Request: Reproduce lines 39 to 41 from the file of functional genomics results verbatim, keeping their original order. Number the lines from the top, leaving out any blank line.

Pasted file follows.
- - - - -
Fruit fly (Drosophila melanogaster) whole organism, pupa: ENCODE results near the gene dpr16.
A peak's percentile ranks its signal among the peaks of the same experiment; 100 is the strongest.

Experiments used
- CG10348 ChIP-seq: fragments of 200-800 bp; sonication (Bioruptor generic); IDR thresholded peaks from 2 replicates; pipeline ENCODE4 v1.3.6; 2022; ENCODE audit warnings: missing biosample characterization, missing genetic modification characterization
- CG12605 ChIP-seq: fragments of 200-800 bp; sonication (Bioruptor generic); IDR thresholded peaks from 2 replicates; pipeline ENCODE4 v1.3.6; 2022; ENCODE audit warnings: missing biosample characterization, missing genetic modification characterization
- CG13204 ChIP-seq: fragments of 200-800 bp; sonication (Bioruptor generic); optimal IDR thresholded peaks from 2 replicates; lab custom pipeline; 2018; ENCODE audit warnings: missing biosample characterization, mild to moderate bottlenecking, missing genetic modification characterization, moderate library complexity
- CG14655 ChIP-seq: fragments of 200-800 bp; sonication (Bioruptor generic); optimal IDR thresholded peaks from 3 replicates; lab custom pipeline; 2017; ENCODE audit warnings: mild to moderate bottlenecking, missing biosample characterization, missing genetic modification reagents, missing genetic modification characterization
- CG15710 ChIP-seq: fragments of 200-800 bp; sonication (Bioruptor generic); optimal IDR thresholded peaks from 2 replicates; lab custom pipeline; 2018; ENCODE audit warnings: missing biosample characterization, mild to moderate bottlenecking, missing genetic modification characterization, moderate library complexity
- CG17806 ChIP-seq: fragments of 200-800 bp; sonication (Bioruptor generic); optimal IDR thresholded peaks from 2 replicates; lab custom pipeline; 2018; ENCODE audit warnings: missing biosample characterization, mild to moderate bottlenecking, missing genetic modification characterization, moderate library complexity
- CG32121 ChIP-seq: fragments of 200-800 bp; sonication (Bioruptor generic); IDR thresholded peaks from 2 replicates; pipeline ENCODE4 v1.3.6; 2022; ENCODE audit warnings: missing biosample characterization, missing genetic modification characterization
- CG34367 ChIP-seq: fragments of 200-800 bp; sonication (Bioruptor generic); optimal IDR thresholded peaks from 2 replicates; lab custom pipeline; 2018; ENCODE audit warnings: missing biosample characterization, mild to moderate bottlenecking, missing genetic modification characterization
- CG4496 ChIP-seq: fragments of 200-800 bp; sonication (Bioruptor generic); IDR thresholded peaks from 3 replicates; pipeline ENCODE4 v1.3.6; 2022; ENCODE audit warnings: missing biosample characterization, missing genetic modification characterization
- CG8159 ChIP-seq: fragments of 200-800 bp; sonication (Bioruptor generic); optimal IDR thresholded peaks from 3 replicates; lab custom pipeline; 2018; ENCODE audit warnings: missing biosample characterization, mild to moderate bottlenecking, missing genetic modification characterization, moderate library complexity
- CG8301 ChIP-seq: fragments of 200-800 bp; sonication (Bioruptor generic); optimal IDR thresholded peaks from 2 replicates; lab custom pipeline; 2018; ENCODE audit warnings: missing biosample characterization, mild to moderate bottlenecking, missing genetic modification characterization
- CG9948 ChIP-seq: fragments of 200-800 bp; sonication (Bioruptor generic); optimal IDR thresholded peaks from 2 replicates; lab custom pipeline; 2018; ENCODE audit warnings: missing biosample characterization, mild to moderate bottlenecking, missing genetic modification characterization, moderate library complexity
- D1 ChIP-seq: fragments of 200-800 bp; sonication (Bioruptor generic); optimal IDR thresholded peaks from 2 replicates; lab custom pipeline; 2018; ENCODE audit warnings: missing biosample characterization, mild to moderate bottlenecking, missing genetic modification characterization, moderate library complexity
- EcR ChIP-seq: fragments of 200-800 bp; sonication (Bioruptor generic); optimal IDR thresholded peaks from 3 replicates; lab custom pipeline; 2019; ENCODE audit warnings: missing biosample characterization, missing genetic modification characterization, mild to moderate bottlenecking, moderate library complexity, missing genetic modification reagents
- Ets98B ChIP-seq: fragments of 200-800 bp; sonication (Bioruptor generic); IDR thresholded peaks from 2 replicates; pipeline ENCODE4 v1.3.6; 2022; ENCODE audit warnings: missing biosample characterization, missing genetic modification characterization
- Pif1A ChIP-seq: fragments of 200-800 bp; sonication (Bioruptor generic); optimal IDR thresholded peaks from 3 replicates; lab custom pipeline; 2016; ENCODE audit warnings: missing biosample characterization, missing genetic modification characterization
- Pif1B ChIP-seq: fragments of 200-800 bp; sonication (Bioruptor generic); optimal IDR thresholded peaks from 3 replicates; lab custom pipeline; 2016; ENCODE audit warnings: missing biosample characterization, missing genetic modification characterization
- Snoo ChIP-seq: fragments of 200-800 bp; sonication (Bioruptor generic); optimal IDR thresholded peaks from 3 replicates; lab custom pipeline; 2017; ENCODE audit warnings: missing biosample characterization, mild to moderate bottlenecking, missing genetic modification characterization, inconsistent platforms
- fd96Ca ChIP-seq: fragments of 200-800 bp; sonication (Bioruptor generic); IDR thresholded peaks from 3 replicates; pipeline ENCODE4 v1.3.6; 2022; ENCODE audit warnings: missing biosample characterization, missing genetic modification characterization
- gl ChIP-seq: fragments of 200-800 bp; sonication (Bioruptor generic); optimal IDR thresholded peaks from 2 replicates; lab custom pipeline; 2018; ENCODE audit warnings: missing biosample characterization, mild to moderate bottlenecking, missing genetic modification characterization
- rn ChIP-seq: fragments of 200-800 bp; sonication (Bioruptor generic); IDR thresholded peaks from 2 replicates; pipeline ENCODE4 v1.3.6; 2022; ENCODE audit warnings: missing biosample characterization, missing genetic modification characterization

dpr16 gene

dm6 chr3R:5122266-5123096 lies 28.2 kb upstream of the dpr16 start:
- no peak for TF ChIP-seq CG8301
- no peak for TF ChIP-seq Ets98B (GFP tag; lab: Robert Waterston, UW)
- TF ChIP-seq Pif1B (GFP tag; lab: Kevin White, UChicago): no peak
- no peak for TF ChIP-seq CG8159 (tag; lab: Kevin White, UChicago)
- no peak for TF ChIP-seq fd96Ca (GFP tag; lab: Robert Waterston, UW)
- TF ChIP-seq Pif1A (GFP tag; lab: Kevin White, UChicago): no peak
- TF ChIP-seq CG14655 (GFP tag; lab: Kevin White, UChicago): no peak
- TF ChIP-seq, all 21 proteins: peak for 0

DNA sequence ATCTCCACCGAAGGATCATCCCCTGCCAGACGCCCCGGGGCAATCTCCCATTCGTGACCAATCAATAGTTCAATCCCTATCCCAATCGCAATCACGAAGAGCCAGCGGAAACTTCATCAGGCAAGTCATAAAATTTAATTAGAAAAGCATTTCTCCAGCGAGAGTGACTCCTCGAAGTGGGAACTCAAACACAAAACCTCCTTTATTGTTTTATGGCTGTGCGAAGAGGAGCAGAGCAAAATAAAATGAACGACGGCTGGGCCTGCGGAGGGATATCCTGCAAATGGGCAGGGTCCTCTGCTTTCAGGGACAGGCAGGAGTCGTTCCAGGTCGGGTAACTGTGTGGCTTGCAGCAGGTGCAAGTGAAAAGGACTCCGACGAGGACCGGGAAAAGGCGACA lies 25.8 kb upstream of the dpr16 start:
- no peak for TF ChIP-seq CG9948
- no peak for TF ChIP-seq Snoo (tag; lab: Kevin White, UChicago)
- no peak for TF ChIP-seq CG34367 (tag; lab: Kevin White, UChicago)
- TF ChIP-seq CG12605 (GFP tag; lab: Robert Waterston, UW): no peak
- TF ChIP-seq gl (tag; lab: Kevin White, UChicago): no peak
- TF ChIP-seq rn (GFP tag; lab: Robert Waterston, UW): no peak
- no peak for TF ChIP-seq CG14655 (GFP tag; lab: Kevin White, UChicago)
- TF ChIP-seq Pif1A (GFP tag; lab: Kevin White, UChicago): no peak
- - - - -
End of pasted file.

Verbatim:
- TF ChIP-seq CG12605 (GFP tag; lab: Robert Waterston, UW): no peak
- TF ChIP-seq gl (tag; lab: Kevin White, UChicago): no peak
- TF ChIP-seq rn (GFP tag; lab: Robert Waterston, UW): no peak